Ouachita Hosts Special Olympics Basketball

February 19, 2013

For two hours on Feb. 21, the Sturgis Physical Education Center (SPEC) will be transformed into an epic arena of competition and hard work. No, this is not the site for gladiatorial games but rather the 11th annual Special Olympic games at Ouachita.

Activities throughout the day will range from 5 on 5 games featuring higher skilled individuals in courts one and two to individual activities in Bill Vining Arena consisting of passing, dribbling and shooting.

Dr. Mike Reynolds, professor of kinesiology and leisure studies, will then speak to the volunteers and participants and following Reynolds will be a pep rally for the athletes led by the Ouachita cheer and dance squad. The games are scheduled to kick off at 10:15 a.m.

“We’ll probably have over 250 students with disabilities that will participate in the games,” Reynolds said. “The athletes have to be intellectually disabled in order to compete in the activities.”

“Last year we had really a one-to-one ratio with over 200 Ouachita volunteers. The volunteers always ask, ‘What can I do,’ and I just say cheer, high five, and do the wave. We’ll have parachutes, hula hoops, jump ropes, and balls to roll around,” Reynolds said.

The activities will be run by students in classes taught by Reynolds and Dr. Terry Dewitt,  professor of kinesiology and leisure studies. Adjustments will also be made to help the athletes compete to the best of their ability.

“You’ll see all types of adaptations that we’ll do. We’ve got modified goals, we’ll change the basketballs, we’ll move down to tennis balls, volleyballs, we will do all we can to modify so that someone has success,” Reynolds said.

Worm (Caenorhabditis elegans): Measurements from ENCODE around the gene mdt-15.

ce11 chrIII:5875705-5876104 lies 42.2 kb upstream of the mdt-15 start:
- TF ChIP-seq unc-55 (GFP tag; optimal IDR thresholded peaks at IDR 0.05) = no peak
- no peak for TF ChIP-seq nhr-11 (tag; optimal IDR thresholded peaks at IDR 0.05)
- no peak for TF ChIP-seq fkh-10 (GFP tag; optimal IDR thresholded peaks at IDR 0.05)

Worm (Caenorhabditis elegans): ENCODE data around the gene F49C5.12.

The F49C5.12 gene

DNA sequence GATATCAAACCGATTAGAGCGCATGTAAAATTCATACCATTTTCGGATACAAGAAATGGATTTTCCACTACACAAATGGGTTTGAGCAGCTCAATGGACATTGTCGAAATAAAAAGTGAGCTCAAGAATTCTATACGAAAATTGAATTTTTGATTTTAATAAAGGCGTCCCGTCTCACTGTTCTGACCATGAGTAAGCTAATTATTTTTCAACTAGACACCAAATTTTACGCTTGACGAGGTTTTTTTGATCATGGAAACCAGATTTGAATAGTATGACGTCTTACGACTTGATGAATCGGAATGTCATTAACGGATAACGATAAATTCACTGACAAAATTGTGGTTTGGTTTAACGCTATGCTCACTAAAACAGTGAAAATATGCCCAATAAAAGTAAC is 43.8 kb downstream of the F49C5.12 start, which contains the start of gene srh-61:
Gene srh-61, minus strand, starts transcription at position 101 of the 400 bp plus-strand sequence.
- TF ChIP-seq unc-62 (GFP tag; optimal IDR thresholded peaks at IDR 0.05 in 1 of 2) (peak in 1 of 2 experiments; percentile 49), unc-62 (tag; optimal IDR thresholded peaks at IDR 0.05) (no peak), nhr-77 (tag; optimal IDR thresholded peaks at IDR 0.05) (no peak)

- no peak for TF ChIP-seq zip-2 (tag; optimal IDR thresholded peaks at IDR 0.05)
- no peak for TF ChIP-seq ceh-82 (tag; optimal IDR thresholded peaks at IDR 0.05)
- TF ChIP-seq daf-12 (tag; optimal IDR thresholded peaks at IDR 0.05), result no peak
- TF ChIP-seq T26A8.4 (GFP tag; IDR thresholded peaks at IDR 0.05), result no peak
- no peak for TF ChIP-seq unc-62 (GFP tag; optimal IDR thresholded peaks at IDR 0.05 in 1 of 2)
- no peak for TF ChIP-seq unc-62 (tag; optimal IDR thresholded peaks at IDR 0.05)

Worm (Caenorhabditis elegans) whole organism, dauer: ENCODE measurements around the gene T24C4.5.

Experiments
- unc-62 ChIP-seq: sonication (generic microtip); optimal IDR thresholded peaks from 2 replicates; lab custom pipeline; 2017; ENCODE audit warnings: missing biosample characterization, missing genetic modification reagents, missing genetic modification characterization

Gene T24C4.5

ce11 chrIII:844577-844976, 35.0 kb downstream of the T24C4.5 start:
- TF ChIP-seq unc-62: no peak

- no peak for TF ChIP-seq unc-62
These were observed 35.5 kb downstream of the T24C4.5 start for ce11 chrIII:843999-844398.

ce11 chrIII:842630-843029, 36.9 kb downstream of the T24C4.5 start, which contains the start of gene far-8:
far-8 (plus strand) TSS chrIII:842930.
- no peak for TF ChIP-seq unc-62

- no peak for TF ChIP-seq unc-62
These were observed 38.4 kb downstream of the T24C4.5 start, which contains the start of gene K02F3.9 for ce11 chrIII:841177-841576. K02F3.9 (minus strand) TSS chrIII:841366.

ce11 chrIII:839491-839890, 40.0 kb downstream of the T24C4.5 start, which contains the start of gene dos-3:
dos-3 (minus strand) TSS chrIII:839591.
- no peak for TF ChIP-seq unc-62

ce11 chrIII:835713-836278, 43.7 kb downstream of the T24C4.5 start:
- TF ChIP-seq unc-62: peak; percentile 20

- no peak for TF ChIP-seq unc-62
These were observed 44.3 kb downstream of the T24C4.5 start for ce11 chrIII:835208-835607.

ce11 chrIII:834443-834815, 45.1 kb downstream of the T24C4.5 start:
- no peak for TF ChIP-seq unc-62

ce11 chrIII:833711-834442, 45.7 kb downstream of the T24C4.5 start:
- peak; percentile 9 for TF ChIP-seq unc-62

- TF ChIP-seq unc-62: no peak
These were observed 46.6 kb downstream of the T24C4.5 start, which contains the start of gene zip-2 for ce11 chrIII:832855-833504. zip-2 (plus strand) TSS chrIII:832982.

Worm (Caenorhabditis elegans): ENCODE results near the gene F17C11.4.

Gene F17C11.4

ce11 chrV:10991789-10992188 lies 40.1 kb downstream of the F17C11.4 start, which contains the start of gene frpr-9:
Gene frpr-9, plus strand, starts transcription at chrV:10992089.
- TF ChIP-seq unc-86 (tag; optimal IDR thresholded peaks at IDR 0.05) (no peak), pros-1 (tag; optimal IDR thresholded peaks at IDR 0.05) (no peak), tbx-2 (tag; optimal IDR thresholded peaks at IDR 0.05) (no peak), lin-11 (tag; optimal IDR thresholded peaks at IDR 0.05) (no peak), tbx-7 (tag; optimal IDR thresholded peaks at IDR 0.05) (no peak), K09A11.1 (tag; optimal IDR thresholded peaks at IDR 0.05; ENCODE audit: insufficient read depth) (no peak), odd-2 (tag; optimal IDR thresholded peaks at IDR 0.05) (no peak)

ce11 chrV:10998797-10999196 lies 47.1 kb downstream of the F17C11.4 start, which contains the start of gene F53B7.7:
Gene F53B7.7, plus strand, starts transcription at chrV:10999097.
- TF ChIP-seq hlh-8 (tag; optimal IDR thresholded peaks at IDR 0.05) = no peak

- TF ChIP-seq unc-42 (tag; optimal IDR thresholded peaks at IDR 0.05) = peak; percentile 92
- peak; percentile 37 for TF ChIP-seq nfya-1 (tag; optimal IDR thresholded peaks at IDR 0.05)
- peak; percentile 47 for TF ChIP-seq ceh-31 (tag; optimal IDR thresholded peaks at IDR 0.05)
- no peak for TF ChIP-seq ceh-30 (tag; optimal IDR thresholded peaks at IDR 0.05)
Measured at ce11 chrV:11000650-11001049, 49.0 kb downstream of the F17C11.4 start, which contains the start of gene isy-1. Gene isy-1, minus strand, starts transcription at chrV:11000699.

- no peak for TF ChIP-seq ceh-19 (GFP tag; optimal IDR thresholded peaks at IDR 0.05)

Sophomore Kate Cody has helped out with the Special Olympics the last two years and also has experience with the games dating back to her high school days.

“I just love being able to see the joy in those kids being able to conquer things despite their abilities,” Cody said.

Cody believes having the right attitude about volunteering can change one’s perspective on serving others with disabilities.

“Having patience is important for volunteering,” Cody said. “It’s definitely not something they’re gonna pick up on very quickly obviously because of disabilities, but at the same time, they all just have a joyful heart being there.”

Knockout, the basketball game where players try to make the shot before others, is always a crowd favorite from Cody’s experience.

“Even though none of them can ever typically make it, it’s always so much fun because you have all these big athletes and college students cheering them on, which makes the atmosphere enjoyable. The participants are just so excited because they’ve never had someone cheer them on and get pumped for them to play,” Cody said.

For more information about the events, contact Reynolds at reynoldsm@obu.edu.

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